Saturday, June 15, 2013

Thyroid


Sympathetic Innervation of Thyroid

The thyroid is located in the neck, and is a two sided gland responsible for releasing various hormones into the blood. It is predominantly controlled by Thyroid Stimulating Hormone (TSH) released by the pituitary, which in turn is regulated by the hypothalamus. This much has been known for some time. Additionally, the thyroid has sympathetic innervation, the role of which is less clear. The chemical iodide is absorbed by the thyroid, and converted into iodine, which is essential for proper thyroid function.


Schematic of Sympathetic Innervation of the Thyroid

Thyroid PET Scan After ETS



PET Scan of Neck After T2-T4 ETS
Flourodopamine PET scan of the human neck after T2-T4 sympathectomy. The butterfly-shaped outline indicates the approximate location of the thyroid. According to NIH’s David Goldstein, who took the scan, the lack of yellow-orange-red color within the outline indicates total sympathetic denervation of the thyroid. A normal scan is sought for comparison.

Thus we find evidence that the thyroid gland is innervated entirely between T2 and T4. More data are sought.



Rat Thyroid Study

What is the role of the SNS on thyroid function? Scientists at Northwestern University were puzzled, so they denerved rat thyroids on one side only. They injected a radioactive form of iodide known as 125I, so that the results on iodide uptake could be visualized.

“Unilateral superior cervical ganglion decentralization led to a reduction in thyroid weight, in 125I uptake by thyroid tissue, and in TSH-induced stimulation of 125I uptake in decentralized hemithyroids. These results suggest that sympathetic activity in thyroid contributes to gland enlargement and may modulate tissue responsiveness to TSH.” (Young et al., 2005).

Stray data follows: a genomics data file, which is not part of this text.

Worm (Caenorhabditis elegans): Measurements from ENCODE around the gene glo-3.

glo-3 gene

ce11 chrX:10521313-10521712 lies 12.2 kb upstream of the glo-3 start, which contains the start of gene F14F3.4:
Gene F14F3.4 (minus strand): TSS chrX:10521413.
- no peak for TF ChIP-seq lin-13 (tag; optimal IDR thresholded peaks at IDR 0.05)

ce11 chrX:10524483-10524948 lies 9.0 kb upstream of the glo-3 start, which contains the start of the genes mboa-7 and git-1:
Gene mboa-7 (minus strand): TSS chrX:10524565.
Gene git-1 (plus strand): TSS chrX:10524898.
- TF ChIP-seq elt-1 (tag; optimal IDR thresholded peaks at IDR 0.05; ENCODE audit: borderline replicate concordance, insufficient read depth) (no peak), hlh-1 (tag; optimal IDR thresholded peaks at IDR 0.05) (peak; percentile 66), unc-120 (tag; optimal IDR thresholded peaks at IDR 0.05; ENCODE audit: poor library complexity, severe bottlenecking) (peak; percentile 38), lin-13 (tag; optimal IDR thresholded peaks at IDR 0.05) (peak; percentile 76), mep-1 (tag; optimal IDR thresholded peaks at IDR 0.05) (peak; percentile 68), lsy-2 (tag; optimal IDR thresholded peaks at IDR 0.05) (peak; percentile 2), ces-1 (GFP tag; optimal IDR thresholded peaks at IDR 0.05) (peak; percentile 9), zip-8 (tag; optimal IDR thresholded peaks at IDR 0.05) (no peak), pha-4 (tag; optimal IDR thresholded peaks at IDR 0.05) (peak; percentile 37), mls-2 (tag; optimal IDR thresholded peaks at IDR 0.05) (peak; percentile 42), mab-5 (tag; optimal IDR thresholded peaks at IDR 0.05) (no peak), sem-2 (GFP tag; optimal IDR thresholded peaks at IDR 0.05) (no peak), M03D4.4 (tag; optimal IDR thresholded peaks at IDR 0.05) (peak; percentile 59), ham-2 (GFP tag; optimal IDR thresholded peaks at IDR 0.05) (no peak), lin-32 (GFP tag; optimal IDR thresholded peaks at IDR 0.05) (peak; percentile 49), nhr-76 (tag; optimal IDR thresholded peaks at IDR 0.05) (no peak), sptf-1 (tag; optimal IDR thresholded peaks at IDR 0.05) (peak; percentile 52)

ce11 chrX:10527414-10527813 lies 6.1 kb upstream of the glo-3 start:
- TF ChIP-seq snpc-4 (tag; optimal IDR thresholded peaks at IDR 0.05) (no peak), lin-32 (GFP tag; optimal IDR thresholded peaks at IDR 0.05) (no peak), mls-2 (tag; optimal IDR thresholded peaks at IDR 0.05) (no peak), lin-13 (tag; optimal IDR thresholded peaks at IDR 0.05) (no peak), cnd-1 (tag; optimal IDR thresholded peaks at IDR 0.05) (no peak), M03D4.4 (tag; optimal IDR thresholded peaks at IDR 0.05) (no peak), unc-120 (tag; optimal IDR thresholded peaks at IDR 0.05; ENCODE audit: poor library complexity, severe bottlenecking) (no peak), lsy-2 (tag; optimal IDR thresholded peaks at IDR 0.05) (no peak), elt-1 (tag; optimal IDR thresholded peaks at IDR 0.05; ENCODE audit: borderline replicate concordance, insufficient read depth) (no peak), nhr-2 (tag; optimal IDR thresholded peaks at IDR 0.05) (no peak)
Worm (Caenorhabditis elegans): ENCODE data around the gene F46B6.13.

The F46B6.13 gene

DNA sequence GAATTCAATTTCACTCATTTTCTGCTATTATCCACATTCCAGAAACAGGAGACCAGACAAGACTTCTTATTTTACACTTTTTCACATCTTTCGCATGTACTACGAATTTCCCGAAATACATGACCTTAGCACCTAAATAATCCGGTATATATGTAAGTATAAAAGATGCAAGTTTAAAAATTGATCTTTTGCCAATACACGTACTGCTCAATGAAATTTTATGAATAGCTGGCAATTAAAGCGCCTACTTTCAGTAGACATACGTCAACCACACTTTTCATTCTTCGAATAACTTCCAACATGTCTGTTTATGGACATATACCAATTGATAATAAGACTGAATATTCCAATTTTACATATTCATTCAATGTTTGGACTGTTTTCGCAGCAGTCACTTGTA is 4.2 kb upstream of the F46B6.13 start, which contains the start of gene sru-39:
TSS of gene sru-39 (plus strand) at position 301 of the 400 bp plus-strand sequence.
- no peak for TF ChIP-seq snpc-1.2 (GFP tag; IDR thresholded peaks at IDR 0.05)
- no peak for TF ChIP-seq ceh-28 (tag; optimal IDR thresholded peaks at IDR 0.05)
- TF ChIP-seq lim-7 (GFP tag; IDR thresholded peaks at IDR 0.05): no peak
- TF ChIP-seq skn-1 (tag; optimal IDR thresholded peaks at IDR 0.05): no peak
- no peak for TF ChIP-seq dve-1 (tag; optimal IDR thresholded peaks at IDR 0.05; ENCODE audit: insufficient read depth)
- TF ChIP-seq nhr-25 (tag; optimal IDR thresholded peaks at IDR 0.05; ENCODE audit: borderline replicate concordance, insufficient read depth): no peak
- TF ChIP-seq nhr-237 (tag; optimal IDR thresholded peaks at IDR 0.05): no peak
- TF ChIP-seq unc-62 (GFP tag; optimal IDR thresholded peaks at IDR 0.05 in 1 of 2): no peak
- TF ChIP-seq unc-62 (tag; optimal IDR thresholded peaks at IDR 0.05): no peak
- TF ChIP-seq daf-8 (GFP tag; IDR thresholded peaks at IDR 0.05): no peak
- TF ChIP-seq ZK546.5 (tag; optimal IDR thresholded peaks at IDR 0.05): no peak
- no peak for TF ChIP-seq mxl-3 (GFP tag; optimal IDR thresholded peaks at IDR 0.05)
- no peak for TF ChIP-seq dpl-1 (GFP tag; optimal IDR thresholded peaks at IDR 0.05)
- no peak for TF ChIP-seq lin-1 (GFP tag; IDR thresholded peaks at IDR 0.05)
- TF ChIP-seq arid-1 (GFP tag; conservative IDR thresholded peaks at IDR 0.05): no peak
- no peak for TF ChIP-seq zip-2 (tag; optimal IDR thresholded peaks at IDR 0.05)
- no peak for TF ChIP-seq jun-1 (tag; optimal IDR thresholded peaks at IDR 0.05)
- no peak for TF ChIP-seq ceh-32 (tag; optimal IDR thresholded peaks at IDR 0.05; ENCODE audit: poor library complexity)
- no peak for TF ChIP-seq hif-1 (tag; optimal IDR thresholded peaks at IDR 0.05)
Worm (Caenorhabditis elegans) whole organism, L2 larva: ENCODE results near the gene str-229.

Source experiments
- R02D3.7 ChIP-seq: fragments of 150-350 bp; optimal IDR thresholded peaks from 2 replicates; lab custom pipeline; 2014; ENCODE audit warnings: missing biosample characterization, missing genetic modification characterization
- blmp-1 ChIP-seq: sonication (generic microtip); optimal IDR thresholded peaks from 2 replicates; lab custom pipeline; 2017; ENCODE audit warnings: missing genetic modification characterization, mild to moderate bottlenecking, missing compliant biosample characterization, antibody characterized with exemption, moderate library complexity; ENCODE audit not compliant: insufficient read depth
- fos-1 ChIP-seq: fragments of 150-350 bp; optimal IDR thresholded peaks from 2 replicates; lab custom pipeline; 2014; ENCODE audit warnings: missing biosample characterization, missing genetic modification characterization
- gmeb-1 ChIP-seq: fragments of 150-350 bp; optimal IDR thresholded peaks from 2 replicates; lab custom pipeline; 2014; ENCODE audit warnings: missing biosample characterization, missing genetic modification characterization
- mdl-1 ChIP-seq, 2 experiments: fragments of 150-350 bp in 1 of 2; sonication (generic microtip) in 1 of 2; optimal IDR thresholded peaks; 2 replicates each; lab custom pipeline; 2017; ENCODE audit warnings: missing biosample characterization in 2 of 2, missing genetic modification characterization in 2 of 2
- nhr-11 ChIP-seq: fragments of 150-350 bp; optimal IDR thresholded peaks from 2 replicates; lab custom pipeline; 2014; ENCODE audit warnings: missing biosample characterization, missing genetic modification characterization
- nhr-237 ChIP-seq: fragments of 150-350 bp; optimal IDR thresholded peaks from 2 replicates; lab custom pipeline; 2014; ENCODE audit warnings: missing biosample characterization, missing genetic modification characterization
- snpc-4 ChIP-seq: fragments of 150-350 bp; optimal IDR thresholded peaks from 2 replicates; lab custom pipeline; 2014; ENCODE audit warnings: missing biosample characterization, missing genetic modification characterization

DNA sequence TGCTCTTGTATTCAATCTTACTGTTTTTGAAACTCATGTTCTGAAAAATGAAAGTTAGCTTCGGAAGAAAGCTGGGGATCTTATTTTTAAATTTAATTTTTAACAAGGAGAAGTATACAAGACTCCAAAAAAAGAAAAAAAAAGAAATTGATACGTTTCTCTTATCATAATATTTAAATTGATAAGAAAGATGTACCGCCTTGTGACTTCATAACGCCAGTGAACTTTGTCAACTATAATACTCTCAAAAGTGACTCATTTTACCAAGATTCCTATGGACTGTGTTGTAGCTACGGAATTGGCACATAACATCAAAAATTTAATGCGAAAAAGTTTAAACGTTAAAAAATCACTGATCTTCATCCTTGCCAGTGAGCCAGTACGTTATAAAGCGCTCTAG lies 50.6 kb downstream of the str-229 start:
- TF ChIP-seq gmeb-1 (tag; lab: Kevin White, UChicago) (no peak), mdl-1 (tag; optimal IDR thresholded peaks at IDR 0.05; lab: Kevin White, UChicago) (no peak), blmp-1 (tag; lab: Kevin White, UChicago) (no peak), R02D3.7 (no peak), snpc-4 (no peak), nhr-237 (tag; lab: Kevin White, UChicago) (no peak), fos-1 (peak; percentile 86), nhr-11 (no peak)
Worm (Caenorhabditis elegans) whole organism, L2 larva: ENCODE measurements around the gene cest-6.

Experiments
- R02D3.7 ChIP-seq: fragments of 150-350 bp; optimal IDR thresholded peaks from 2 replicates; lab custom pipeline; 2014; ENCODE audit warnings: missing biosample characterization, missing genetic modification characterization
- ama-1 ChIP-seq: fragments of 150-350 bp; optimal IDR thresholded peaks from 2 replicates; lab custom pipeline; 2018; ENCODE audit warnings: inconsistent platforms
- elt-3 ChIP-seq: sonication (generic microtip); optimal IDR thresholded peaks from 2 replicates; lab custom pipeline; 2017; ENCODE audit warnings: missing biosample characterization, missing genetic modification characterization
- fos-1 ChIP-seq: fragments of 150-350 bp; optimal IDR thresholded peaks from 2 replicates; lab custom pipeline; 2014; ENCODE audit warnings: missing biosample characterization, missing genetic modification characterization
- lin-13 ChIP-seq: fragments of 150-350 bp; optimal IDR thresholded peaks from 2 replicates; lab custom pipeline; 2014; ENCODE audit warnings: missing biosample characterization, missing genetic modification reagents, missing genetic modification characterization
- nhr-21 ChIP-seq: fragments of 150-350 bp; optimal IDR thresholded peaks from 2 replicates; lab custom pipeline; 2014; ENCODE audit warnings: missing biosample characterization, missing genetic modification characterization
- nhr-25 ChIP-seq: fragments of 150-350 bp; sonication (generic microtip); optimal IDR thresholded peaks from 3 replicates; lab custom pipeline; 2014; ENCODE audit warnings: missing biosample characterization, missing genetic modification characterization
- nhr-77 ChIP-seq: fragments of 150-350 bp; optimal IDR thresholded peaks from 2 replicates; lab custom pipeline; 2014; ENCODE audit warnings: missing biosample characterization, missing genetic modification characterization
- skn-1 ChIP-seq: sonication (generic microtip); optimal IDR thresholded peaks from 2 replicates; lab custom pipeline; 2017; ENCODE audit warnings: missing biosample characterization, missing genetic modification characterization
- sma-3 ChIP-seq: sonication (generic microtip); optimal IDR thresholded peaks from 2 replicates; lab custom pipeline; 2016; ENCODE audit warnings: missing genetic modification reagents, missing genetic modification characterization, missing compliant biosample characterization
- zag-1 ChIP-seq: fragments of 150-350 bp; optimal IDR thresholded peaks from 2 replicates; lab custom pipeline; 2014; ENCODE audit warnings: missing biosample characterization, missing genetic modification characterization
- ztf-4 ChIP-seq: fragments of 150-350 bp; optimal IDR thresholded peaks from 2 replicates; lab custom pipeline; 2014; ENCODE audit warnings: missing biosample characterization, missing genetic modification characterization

Prediction: Thoracic sympathectomy will reduce iodide uptake by the thyroid.

Empirical status: Confirmed in rats, unstudied in humans.


Prediction: Thoracic sympathectomy will reduce thyroid weight.

Empirical Status: Confirmed in rats, unstudied in humans.




Iodine deficiency is associated with hypothyroidism (low thyroid function), thus:


Prediction: Thoracic sympathectomy will cause hypothyroidism.

Empirical status: Unstudied.





Some of the symptoms of hypothyroidism are similar to some of the common anecdotal complaints of ETS patients. From the Mayo Clinic website, we gather:

Symptoms of Hypothyroidism

  • Increased sensitivity to cold
  • Constipation
  • Pale, dry skin
  • A puffy face
  • Hoarse voice
  • An elevated blood cholesterol level
  • Unexplained weight gain
  • Muscle aches, tenderness and stiffness
  • Pain, stiffness or swelling in your joints
  • Muscle weakness
  • Heavier than normal menstrual periods
  • Depression